Cell types are the basic building blocks of multicellular organisms and are extensively diversified in animals. Despite recent advances in characterizing cell types, classification schemes remain ambiguous. We propose an evolutionary definition of a cell type that allows cell types to be delineated and compared within and between species. Key to cell type identity are evolutionary changes in the 'core regulatory complex' (CoRC) of transcription factors, that make emergent sister cell types distinct, enable their independent evolution and regulate cell type-specific traits termed apomeres. We discuss the distinction between developmental and evolutionary lineages, and present a roadmap for future research.
Within the next decade, we will see many gene therapy clinical trials for eye diseases progress, which may lead to treatments for thousands of visually impaired people around the world. To target retinal diseases that affect specific cell types, several recombinant adeno-associated virus (AAV) serotypes have been generated and used successfully in pre-clinical mouse studies. Because there are numerous anatomic, and physiologic differences between the eyes of mice and 'men' and because surgical delivery approaches and immunologic responses also differ between these species, we evaluated the transduction characteristics of two promising new serotypes AAV7m8 and AAV8BP2, in retinas of animals that are most similar to those of humans: non-human primates (NHPs). We report that while AAV7m8 efficiently targets a variety of cell types by subretinal injection in NHPs, transduction after intravitreal delivery was mostly restricted to the inner retina at lower doses that did not induce an immune response. AAV8BP2 targets the cone photoreceptors efficiently but bipolar cells inefficiently by subretinal injection. Additionally, we observed transduction of both serotypes in the anterior chamber of the eye and the optic pathway of the brain post intravitreal delivery. Finally, we assessed immunogenicity, keeping in mind that these AAV capsids may be used in future clinical trials. We found that AAV8BP2 had a better safety profile compared to AAV7m8 even at the highest doses administered. Our studies underscore the differences in AAV transduction between mice and primates highlighting the importance of careful evaluation of therapeutic vectors in NHPs prior to moving into clinical trials.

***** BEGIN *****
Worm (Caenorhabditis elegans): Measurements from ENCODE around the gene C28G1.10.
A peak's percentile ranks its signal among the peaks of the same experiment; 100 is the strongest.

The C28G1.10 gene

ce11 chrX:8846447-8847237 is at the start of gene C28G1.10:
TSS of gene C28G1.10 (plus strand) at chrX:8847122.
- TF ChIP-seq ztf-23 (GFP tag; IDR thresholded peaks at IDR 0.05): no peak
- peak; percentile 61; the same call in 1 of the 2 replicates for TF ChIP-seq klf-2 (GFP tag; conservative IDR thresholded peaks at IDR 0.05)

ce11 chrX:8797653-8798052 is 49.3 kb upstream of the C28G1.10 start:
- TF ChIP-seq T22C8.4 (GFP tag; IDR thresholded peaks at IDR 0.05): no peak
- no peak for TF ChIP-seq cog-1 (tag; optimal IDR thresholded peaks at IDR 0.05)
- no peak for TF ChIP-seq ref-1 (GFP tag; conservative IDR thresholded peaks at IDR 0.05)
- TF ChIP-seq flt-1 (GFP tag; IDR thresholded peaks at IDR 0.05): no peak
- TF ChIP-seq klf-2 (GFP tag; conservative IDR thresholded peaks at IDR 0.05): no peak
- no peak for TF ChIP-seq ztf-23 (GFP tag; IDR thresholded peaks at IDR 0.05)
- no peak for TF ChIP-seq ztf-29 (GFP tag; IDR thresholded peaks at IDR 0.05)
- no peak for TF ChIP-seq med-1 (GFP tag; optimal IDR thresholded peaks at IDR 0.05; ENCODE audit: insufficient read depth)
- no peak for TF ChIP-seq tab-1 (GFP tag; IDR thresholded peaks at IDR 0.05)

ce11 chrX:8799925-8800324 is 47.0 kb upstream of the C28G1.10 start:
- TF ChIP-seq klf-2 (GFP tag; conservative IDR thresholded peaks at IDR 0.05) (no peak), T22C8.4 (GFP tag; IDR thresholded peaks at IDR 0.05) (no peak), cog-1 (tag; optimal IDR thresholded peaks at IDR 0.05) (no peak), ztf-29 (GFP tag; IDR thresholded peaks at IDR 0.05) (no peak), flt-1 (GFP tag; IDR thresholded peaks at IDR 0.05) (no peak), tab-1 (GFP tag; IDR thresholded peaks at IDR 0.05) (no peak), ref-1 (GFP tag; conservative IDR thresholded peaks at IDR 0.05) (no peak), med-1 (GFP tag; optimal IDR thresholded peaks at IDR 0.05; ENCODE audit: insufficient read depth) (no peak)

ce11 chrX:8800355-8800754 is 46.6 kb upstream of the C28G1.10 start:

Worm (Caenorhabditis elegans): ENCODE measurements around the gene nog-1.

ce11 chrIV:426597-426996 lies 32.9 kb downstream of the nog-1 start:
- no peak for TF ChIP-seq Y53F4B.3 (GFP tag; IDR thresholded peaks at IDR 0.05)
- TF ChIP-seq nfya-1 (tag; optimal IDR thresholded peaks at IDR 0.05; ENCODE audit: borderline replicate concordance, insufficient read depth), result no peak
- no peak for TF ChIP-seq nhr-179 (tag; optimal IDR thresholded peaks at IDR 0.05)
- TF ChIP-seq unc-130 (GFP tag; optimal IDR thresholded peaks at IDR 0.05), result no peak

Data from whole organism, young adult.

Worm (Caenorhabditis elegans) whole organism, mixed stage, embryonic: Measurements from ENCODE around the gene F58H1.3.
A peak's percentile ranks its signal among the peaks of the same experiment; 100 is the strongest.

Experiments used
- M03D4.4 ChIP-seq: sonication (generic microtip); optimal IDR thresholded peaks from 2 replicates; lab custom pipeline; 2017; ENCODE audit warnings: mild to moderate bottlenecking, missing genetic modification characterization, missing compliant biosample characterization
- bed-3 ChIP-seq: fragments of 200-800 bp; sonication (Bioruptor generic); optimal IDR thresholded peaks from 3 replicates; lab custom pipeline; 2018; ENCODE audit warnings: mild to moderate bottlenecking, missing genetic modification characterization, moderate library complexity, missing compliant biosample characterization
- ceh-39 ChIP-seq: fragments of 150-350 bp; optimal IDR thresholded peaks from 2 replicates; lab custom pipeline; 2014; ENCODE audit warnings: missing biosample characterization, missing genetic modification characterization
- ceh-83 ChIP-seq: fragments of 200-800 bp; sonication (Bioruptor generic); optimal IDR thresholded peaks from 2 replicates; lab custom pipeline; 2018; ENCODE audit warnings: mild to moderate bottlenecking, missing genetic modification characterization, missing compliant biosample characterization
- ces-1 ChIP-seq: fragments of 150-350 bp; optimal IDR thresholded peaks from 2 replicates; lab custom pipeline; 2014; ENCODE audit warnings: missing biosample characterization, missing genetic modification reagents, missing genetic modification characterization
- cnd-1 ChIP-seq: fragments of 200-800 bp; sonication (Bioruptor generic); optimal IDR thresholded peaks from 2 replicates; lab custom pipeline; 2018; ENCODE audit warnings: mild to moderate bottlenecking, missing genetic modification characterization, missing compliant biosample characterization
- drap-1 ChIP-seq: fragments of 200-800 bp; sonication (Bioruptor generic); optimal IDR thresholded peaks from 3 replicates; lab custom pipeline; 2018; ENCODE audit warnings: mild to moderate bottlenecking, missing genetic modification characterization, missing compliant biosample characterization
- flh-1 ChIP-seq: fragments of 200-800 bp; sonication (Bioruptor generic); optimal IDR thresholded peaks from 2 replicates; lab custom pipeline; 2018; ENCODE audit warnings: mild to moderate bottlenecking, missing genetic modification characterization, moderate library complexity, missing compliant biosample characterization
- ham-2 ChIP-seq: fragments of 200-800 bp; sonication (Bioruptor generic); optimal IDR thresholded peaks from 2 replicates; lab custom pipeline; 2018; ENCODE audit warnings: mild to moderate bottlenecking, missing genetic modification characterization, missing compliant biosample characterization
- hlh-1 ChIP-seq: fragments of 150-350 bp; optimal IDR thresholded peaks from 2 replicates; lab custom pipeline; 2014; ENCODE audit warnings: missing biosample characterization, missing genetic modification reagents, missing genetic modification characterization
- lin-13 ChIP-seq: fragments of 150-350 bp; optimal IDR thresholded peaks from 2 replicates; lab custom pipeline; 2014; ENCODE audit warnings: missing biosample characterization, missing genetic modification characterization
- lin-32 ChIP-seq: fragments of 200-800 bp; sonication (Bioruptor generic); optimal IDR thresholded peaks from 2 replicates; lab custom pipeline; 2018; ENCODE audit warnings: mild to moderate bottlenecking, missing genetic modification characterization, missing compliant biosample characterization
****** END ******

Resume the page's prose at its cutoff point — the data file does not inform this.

Patterns of gene expression can be used to characterize and classify neuronal types. It is challenging, however, to generate taxonomies that fulfill the essential criteria of being comprehensive, harmonizing with conventional classification schemes, and lacking superfluous subdivisions of genuine types. To address these challenges, we used massively parallel single-cell RNA profiling and optimized computational methods on a heterogeneous class of neurons, mouse retinal bipolar cells (BCs). From a population of ∼25,000 BCs, we derived a molecular classification that identified 15 types, including all types observed previously and two novel types, one of which has a non-canonical morphology and position. We validated the classification scheme and identified dozens of novel markers using methods that match molecular expression to cell morphology. This work provides a systematic methodology for achieving comprehensive molecular classification of neurons, identifies novel neuronal types, and uncovers transcriptional differences that distinguish types within a class.